#20 is phrased as a question rather than a statement, and it uses the second-person “you” form instead of “I,” as the other items do.

    You’ve got just three statements that refer to doulas. Might you want to beef that up a bit? If I recall correctly, the use of a doula is one of the areas you’re investigating.

    I wonder if it would be fruitful to pose a statement such as: “I would like to offer my patients the option of VBAC, but my hospital and/or insurer prevent me from doing so.” I’m always interested in the question of how basically well-intentioned people can be thwarted by institutional constraints, and I think this is an area where it would be worth assessing how professional ethics and judgment collide with institutional barriers.

    Might you want to have a flip-side to your Pitocin question – something like “I regard Pitocin as helpful in augmenting certain complicated labors, but I consider its use inappropriate in routine situations.”

    Obviously you know doctor-talk far better than I, and obviously you should take anything you find useful and discard the rest.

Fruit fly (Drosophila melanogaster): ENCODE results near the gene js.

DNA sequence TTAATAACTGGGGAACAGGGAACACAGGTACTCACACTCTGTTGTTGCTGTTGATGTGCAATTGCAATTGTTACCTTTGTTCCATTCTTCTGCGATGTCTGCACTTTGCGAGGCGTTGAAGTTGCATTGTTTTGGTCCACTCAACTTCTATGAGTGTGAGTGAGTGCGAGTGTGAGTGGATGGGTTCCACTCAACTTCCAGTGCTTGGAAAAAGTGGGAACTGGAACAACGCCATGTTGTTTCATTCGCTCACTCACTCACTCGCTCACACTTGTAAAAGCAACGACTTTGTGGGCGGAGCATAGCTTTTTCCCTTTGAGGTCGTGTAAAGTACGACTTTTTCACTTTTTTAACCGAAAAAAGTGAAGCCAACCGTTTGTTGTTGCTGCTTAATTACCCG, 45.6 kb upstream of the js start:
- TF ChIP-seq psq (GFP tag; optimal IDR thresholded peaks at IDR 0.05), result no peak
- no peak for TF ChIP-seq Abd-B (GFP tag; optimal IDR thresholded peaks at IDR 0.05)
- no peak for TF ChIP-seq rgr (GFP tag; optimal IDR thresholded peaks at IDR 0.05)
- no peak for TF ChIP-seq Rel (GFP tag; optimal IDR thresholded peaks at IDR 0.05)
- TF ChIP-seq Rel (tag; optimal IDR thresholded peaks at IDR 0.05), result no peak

I think this is a really cool project and I’m enjoying your updates on it. To me, it looks as though you’ve laid an excellent foundation for it.

  2. Reading your survey reminds me I need to get going on some of my own survey work for this semester!

    One question about this item:
    12. All women in labor should have an amniotomy (i.e. artificial rupture of membranes or AROM ) if they present with their membranes intact.

    I wonder if you will get some variability in that question based on dilation/progression of labor. You could get some people who do AROM on every woman when she walks in the door, whether she’s 1 cm or 9 cm, but you could also get some head-scratching with your respondents thinking “Well, I *almost* always do it but not if…” So maybe a clarification there?